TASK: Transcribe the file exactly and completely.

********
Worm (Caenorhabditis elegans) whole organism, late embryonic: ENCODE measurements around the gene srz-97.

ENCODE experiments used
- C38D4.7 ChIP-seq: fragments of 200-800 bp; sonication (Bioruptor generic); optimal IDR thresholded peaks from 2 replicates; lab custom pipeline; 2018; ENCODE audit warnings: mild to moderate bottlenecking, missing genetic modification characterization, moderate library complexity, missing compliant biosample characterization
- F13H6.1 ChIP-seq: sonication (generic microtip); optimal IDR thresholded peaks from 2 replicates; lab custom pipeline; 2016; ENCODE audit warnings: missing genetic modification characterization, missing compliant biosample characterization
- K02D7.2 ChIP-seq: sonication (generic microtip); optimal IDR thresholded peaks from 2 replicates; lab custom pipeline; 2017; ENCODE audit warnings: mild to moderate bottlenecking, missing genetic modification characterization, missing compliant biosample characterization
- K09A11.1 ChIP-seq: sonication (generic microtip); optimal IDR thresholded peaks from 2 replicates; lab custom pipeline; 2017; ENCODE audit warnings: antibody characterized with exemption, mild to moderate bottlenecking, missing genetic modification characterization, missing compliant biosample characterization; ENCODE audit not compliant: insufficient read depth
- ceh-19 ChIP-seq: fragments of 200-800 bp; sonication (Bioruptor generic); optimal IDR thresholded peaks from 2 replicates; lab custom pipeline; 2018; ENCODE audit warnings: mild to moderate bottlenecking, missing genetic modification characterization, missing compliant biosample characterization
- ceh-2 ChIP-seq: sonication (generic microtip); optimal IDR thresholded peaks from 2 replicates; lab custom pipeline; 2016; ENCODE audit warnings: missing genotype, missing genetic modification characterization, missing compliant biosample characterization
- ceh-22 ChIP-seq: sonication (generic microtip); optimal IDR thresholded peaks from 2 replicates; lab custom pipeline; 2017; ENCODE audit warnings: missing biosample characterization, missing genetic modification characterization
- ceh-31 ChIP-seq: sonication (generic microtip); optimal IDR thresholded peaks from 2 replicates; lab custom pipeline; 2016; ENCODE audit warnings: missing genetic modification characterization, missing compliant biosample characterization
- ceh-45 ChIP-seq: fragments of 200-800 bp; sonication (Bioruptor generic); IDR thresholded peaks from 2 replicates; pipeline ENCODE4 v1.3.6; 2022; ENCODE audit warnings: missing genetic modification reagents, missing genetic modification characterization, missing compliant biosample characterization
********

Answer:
Worm (Caenorhabditis elegans) whole organism, late embryonic: ENCODE measurements around the gene srz-97.

ENCODE experiments used
- C38D4.7 ChIP-seq: fragments of 200-800 bp; sonication (Bioruptor generic); optimal IDR thresholded peaks from 2 replicates; lab custom pipeline; 2018; ENCODE audit warnings: mild to moderate bottlenecking, missing genetic modification characterization, moderate library complexity, missing compliant biosample characterization
- F13H6.1 ChIP-seq: sonication (generic microtip); optimal IDR thresholded peaks from 2 replicates; lab custom pipeline; 2016; ENCODE audit warnings: missing genetic modification characterization, missing compliant biosample characterization
- K02D7.2 ChIP-seq: sonication (generic microtip); optimal IDR thresholded peaks from 2 replicates; lab custom pipeline; 2017; ENCODE audit warnings: mild to moderate bottlenecking, missing genetic modification characterization, missing compliant biosample characterization
- K09A11.1 ChIP-seq: sonication (generic microtip); optimal IDR thresholded peaks from 2 replicates; lab custom pipeline; 2017; ENCODE audit warnings: antibody characterized with exemption, mild to moderate bottlenecking, missing genetic modification characterization, missing compliant biosample characterization; ENCODE audit not compliant: insufficient read depth
- ceh-19 ChIP-seq: fragments of 200-800 bp; sonication (Bioruptor generic); optimal IDR thresholded peaks from 2 replicates; lab custom pipeline; 2018; ENCODE audit warnings: mild to moderate bottlenecking, missing genetic modification characterization, missing compliant biosample characterization
- ceh-2 ChIP-seq: sonication (generic microtip); optimal IDR thresholded peaks from 2 replicates; lab custom pipeline; 2016; ENCODE audit warnings: missing genotype, missing genetic modification characterization, missing compliant biosample characterization
- ceh-22 ChIP-seq: sonication (generic microtip); optimal IDR thresholded peaks from 2 replicates; lab custom pipeline; 2017; ENCODE audit warnings: missing biosample characterization, missing genetic modification characterization
- ceh-31 ChIP-seq: sonication (generic microtip); optimal IDR thresholded peaks from 2 replicates; lab custom pipeline; 2016; ENCODE audit warnings: missing genetic modification characterization, missing compliant biosample characterization
- ceh-45 ChIP-seq: fragments of 200-800 bp; sonication (Bioruptor generic); IDR thresholded peaks from 2 replicates; pipeline ENCODE4 v1.3.6; 2022; ENCODE audit warnings: missing genetic modification reagents, missing genetic modification characterization, missing compliant biosample characterization